Having managed to visit a lot of the Kyoto ‘top 10’ on our first visit, we decided to try and finish the collection, catching the sunset from Kyomizo-dera, a temple that sits on a hill top with views across Kyoto. This is one of the top attractions that means that it's almost always busy. As a photographer, the end images of a serene sunset hide the chaos and jostling that went on behind the camera and this was certainly the case today with many well mannered but enthusiastic parties of Japanese school children there.

Kyoto culture

Our hotel had offered us an opportunity to meet a Maiko (a trainee Geiko). On our first trip we had realised that Geiko and Maiko are actually quite rare and therefore we took the opportunity. Spending a short time with and being able to talk to the Maiko gave us a brief but rare glimpse into another world.

Sunset from Kiyomizu-dera temple

Day 6 – Kyoto revisited

One thing you realise about guides is that if as we did on our previous visit list many of the top sights, as being on your to do list and assuming that they are all releatively close, it is like throwing down the gauntlet. Be careful what you wish for as guides will try their best to help you achieve your to-do list. With their professional knowledge they will help you achieve much more than you could achieve on your own, but consider the pace that you want as well as the to-do list. On this trip we consciously opted for a more relaxed day with a mix of locations relatively close together (we still walked 12+ miles).

Early Autumn colours appearing in Kyoto

With Reiko, our guide’s help, this time we targeted some of the less well known options, and luckily there are many. Whilst visiting gardens may not be your thing, there is something about Japanese gardens that can often draw you in, especially with even the earliest of Autumn colours. Whist you could self-guide between the various places, the real benefit of a guide is to understand the mind of the gardener, and the significance of the plants, rocks, trees, and design. And, for kids, there is almost always a water feature stocked with fish and the inevitable gate, pagoda, or temple to explore or climb.

Eikan-do Temple in early Autumn

Having spent time in Tokyo, Kyoto feels almost village like both in scale and pace, albeit the size of a major UK city, and therefore is a welcome respite from the bright lights of Tokyo and as we were to find Osaka.

Day 7 – from Nara to Neon

One of the great things about Kyoto is its connectivity, with many other sights possible as day trips. We decided to combine two potential day trips into one to maximise our time, and therefore planned a triangular trip to Nara, the first ever formal capital of Japan, and Osaka, as we had heard that it had a different feel and great food.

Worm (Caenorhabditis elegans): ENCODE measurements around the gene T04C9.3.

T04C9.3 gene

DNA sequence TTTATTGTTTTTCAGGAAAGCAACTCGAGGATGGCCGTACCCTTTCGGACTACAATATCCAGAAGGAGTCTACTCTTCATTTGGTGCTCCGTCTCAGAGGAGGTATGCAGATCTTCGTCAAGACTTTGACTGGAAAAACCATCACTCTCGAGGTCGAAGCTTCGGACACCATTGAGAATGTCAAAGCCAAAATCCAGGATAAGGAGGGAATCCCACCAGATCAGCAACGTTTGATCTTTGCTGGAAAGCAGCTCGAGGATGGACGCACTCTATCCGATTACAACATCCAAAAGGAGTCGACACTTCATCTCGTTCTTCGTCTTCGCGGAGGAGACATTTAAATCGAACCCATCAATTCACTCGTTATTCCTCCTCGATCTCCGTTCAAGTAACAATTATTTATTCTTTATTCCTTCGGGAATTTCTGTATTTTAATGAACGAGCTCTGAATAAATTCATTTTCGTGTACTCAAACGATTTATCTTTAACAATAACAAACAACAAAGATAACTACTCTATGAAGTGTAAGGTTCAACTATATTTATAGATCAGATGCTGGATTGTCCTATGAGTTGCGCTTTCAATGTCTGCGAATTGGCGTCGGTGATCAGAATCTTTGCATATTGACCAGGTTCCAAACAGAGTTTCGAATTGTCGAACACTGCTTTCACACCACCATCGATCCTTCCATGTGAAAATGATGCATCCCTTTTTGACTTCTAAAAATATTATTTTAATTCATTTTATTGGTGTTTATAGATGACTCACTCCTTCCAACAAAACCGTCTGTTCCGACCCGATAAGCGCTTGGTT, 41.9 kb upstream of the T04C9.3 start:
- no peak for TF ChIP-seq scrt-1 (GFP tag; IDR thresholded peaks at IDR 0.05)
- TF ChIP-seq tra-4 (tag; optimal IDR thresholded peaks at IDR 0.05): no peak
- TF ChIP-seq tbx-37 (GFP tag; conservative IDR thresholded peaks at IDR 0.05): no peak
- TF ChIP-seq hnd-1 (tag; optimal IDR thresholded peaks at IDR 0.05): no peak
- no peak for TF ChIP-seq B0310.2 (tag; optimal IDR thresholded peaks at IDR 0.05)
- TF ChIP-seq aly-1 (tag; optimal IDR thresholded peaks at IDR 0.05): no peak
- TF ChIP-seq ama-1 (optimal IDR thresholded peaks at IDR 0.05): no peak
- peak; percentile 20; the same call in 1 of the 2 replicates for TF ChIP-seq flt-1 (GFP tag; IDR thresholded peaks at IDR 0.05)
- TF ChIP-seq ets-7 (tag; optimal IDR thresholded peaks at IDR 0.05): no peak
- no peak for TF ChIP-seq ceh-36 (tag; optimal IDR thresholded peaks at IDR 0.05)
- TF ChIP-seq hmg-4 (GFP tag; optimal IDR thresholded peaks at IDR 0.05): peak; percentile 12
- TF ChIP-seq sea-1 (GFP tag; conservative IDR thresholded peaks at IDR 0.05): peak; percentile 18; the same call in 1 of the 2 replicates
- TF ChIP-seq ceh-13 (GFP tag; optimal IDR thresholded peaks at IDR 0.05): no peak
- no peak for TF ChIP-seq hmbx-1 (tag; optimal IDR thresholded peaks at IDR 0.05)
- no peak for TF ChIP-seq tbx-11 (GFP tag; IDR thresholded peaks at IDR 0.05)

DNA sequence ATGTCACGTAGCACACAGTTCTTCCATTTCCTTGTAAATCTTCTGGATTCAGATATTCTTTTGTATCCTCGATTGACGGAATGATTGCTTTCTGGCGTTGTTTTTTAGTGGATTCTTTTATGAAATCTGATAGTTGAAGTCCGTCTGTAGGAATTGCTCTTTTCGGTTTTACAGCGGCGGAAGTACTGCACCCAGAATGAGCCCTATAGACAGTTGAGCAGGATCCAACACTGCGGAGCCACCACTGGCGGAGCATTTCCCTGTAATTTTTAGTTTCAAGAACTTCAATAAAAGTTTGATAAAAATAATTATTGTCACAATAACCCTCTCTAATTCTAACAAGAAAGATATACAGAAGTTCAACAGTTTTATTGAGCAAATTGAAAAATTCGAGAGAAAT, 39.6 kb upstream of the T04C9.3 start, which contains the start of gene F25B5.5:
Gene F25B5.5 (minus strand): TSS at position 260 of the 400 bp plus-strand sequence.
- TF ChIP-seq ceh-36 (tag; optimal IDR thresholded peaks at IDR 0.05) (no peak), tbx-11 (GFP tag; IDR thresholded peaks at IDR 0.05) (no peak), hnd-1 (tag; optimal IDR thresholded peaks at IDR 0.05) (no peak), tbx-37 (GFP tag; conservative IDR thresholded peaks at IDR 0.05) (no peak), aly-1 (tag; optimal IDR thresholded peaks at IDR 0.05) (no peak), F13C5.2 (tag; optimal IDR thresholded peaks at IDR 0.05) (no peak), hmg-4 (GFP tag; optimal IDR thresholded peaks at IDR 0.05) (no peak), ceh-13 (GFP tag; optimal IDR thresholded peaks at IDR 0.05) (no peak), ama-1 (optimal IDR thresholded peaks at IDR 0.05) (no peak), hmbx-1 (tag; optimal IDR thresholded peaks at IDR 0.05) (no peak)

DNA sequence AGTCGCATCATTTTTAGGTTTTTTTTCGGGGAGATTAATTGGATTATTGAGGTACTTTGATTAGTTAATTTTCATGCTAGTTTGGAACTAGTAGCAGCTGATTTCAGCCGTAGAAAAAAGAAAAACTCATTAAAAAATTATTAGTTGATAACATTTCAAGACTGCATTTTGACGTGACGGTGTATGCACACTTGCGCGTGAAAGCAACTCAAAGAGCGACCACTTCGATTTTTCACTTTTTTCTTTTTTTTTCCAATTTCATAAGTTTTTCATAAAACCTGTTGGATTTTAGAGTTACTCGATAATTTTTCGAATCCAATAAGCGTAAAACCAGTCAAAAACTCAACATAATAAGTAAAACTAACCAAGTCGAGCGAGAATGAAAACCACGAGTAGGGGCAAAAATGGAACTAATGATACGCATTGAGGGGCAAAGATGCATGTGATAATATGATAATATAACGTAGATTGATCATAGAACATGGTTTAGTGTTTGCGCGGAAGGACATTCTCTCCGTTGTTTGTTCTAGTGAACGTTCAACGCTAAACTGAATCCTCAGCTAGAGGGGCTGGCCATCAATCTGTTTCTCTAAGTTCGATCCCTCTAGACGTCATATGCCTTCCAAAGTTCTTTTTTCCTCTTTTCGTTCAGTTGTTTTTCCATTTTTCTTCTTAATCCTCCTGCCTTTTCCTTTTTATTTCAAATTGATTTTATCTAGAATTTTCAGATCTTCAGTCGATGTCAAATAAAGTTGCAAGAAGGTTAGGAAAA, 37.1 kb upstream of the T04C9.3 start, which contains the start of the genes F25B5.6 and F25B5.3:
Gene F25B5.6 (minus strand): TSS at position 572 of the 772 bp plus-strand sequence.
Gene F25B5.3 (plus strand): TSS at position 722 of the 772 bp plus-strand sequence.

When you plan days like this in the splendid isolation of your home before travelling it's easy to underestimate the cultural diversity that you're taking on.

Nara, the original capital of Japan

Nara is a great day trip (~1 hour by train from Kyoto) with many options from: the roaming deer, purported to be the messengers of the gods, which seems to give them the right to be mischievous; to Todai-ji temple, which is said to be the world’s largest wooden building and contains one of Japan’s largest bronze statues of Buddha at 15m tall. It's a great cultural immersion of a historical nature.


Osaka on the other hand, can only be described as a cultural immersion into modern day Japan. Whilst it doesn't have as much of the contemporary architecture of Tokyo, it's a shopping and entertainment epi-centre, and somewhere where the usually externally restrained Japanese come to let their hair down. During our short visit we explored both Tsutenkaku, and Dotonbori. Where our cultural immersion was capped by finding ourselves in a mosh pit of glow stick waving Japanese men at a performance by Kamen Joshi, a Japanese idol girl group.

Toy pet sushi vending machine

Day 8 – from temples back to towers

One thing that we’ve found in Japan is that if your hotel’s in a good location, then getting out early before the crowds is worth the effort. Kyoto is a great walking city, and you’re almost guaranteed to find its best by exploring without too much of a formal plan. We headed to the Hoshinocho area as we’d seen a nice pagoda there. We weren’t disappointed and spent a great few hours in a relatively quiet area that, whilst the shops were undoubtedly tourist focused, the architecture and ambiance was traditional.

Hoshinocho, Kyoto

After stocking up on bento boxes all round at the station we were soon back in Tokyo, albeit this time basing ourselves in Shinjuku. On the basis of recommendations, we went up the Tokyo Metropolitan Government Building for sunset. It’s free and gives good views from the 45th floor, however, note there are two towers and one closes earlier than the other.


Day 9 – Flying Squirrels, Mt Fuji, & Onsens

Whilst the cities are fun, it’s too easy to overlook the areas of countryside just outside of them. We took the train out to Mt Takao, about a 55 min journey that takes you to the western edge of the city. At 600m high its peak gives views back into Tokyo and out to Mt Fuji (on a good day). We thought we were smart and bought three one day passes that included return trains, and two single journeys on either the chair lift or the cable car that takes you the first part of the climb. What we hadn’t planned for was that the ticket machine would spit out 12 tickets like we’d won the jackpot on a slot machine, and all in Japanese. Luckily, the Japanese railway system is heavily populated, by UK standards, with helpful staff and they helped us find the right ones to at least get us to the platform.

A fun game of character match

Sadly, by the time we made it out to Mt Takao, up the chair lift and the 60 min walk to the summit, the weather had closed in, it was raining and the views were no more, just like the elusive flying squirrels who inhabit the area.

View from the peak

There was only one thing to do, hire some towels and go to the public onsen at the foot of the mountain. What better way to spend a wet afternoon, than sitting in outdoor thermal pools looking at the rain splashing down and the beautiful autumn colours. Luckily, we had been to private onsen before and also read the handy guide in a recent edition of East, so we managed to get the etiquette right.

Exploration including Japan's steepest cable car & flying squirrels

So the end of another great adventure in Japan. What has it taught us? Well firstly, we were right when we thought that we’d only just scratched the surface on our first trip; secondly, it’s often the less well known places that provide as much as the ones that are the icons; and Thirdly, Japan, like the UK, is very seasonal, and with two seasons done we now have to find ways of doing the other two!

Our thanks have to go to everyone at Inside Japan who organised the East photo competition and our trip to Japan.

Also to ANA, Park Hotel Tokyo, Hyatt Regency Kyoto, Sunroute Plaza Shinjuku, & our guides Kobe and Reiko who all looked after us while we were in country.

© 2016 Af8images

Created By
Adrian Furner


© 2016 Af8images